Mortgage Forbearance

Forbearance does not mean Forgiveness.  It’s important to understand the difference! 

 Here is a Forbearance scenario:

Cindy  and John have a mortgage currently at $2,500 per month.  John loses his job and gets laid off from work.  John  hears all of the “News”  about  forbearance and how if you’ve been negatively  impacted by COVID-19 that banks have to work with you.” Excited John calls the Mortgage Servicer, and inquires about the Forbearance he is entitled to.  He’s so excited because in just one phone call, he doesn’t have to pay his mortgage for six months. 

This is where the craziness comes in. 

Now fast forward Seven months, John is back to work, and of course he wasn’t able to save any additional money when he was out of work. The Forbearance timeframe of six months is now up and the Servicer sends John and Cindy their bill.  Cindy nearly falls out of her chair because the bill shows that they now owe  $17,500 and it’s all due right now on the seventh month.

  • John in shock calls the Servicer and asks: “WHY??” 
  • The Servicer explains: “That’s the 6 months of forbearance ($2,500 x 6) plus the current month of $2,500”  totaling $17,500 in total are all due now. 
  • John: “Well obviously, I haven’t been working and I don’t have that kind of money. I can’t pay that,  Is there anything I can do, can we renegotiate?”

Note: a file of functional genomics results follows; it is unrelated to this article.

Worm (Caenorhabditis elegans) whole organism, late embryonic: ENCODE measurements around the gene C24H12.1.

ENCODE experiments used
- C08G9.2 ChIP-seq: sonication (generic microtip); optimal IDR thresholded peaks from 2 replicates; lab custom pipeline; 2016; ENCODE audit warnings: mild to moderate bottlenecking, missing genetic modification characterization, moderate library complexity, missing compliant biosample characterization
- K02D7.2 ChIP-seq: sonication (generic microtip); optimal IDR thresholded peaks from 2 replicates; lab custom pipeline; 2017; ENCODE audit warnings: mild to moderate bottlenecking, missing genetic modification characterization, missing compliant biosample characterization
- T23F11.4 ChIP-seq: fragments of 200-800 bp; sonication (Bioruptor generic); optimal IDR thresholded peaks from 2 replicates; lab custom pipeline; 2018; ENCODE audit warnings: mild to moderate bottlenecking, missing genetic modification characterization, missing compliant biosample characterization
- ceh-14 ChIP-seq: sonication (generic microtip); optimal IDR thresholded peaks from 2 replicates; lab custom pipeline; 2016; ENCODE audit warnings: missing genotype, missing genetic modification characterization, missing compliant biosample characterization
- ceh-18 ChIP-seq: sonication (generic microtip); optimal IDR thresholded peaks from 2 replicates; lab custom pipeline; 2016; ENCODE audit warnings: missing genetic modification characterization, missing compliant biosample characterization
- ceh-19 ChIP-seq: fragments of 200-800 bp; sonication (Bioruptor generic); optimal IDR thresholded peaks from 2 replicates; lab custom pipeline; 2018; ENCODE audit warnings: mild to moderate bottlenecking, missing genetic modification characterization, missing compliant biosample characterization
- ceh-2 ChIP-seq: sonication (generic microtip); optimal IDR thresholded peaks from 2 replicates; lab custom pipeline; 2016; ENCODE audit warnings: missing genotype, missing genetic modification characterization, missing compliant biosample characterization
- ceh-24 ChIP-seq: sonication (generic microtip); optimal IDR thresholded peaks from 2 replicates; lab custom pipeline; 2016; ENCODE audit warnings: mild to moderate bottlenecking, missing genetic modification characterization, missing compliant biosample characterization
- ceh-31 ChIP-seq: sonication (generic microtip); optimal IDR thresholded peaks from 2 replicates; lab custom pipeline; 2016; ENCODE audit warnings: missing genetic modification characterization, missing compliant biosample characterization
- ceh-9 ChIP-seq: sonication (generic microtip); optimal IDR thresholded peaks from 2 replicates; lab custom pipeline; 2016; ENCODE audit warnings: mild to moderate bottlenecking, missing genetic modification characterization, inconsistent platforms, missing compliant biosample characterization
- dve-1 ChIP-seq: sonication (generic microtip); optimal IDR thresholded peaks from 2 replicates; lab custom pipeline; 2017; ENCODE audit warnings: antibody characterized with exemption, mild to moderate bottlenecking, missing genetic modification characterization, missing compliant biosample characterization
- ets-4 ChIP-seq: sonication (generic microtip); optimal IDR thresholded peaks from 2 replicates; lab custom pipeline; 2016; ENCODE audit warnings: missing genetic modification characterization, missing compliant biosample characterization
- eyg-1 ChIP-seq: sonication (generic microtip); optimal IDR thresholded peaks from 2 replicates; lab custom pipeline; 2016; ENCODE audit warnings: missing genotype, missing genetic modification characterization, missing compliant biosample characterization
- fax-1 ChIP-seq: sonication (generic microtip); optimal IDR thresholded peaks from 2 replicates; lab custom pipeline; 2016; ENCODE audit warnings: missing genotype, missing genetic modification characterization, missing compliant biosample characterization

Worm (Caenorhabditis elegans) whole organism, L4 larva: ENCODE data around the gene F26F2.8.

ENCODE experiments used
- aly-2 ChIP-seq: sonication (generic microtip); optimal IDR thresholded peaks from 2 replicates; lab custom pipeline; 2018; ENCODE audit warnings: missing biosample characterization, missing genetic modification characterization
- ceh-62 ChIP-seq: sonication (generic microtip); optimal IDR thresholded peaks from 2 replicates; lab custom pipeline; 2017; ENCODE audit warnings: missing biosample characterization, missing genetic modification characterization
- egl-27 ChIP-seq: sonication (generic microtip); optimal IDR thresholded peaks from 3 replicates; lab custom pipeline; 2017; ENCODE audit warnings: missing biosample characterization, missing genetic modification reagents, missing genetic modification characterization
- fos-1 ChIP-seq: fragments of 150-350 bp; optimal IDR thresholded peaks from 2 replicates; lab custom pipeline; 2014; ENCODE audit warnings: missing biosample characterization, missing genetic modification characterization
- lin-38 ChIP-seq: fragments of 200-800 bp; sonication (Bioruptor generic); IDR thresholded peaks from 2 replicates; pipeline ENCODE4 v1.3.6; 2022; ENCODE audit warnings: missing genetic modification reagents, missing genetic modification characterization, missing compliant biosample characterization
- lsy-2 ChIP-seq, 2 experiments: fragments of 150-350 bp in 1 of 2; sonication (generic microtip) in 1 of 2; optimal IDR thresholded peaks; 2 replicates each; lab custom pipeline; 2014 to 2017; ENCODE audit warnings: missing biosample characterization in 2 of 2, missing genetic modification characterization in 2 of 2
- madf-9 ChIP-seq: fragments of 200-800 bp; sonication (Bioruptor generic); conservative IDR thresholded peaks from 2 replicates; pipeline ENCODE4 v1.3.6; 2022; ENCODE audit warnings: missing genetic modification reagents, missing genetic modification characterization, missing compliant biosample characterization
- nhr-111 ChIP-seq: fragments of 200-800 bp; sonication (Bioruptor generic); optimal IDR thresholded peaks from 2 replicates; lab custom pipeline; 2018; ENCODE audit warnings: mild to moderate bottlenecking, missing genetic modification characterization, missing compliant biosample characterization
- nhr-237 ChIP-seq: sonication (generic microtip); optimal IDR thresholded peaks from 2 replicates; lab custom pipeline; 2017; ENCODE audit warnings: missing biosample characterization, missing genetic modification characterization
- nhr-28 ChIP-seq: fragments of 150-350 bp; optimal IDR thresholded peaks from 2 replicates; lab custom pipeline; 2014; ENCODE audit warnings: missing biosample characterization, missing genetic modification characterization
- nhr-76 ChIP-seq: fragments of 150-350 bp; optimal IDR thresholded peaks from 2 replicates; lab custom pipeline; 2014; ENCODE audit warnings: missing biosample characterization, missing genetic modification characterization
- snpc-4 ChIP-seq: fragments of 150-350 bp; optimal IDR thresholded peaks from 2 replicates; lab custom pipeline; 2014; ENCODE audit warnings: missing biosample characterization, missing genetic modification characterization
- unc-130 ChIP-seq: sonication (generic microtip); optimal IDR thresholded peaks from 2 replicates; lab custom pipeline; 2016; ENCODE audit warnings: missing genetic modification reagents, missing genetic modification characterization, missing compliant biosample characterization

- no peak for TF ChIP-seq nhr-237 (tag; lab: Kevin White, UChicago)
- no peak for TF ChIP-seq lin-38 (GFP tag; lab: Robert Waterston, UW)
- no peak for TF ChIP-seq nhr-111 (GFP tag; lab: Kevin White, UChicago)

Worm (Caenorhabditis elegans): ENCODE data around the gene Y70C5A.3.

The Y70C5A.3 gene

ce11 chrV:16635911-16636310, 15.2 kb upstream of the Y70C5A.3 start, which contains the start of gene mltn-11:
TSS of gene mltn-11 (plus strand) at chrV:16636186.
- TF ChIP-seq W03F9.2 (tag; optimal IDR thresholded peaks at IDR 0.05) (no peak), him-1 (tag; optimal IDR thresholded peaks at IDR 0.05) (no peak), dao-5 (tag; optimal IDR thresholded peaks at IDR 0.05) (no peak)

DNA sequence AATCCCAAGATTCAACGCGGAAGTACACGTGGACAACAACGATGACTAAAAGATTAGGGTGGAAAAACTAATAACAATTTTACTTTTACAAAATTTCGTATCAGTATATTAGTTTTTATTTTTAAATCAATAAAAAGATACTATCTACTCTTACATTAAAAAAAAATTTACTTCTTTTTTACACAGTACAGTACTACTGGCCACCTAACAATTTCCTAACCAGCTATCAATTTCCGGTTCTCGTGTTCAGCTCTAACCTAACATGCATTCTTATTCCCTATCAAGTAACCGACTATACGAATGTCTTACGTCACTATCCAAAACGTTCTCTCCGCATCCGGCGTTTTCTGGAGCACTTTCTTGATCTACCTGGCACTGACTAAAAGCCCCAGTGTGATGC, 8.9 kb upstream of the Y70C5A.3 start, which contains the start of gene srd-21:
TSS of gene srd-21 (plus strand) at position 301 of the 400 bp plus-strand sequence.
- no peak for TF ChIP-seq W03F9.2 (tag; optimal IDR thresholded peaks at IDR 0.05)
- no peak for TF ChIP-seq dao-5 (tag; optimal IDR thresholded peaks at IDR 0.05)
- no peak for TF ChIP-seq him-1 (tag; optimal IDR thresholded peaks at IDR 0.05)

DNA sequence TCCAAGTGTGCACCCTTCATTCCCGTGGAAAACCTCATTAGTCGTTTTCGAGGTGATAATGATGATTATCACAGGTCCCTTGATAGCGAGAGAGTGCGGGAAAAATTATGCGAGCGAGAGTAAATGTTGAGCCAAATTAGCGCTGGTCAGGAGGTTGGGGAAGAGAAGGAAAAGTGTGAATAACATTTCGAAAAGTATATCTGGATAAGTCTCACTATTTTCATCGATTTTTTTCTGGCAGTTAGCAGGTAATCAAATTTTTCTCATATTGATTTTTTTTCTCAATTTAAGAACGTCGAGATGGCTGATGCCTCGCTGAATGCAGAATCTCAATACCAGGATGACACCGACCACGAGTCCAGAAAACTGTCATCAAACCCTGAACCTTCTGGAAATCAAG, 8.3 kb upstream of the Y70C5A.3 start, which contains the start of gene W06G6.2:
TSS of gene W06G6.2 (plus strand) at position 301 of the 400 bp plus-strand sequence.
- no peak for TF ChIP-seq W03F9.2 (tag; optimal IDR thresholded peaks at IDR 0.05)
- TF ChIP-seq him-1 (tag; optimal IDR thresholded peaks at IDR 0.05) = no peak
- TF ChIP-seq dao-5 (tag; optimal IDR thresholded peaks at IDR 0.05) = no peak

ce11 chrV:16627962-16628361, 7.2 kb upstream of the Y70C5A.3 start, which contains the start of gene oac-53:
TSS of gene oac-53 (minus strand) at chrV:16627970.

• Servicer: “Sure, we will spread out the $15,000 over 12 months so that will be $3,750 a month for the next 12 months.” 
  • John: ” What!!! I don’t understand, WHY? 
  • Servicer: “$15,000 Fifteen thousand divided by 12 months is $1,250. Add that to your mortgage of $2,500 and that equals $3,750 for the next 12 months”  
  • John: “I can’t afford that.” 
  • Servicer: “Sorry…” 
  • John: “Can I refinance?” 
  • Servicer: “No because the loan went into forbearance and you have an ‘unsatisfactory recent mortgage payment history’ in the eyes of Fannie Mae & Freddie Mac’s current underwriting approval guidelines”.  

To sum all of this up.  Forbearance is not forgiveness.  You still have to pay it back.  Whether it is at the end of a few months, or if it’s at the end of the lifetime of the loan, it will have to be paid back. Know what you’re getting yourself into before you sign.  Speak with the correct people, ask the right questions, read the fine print.  

While forbearance might be the only option for some, it should not be pursued unless absolutely necessary. Bottom line, know what you are agreeing to and work with an experienced Realtor and Lender partner who  know how to protect you and give you accurate advice. 

Please feel free to reach out to me and help you navigate these tough times or guide you to the right direction.

-Kira Brown, “Beach Living Made A Breeze!”

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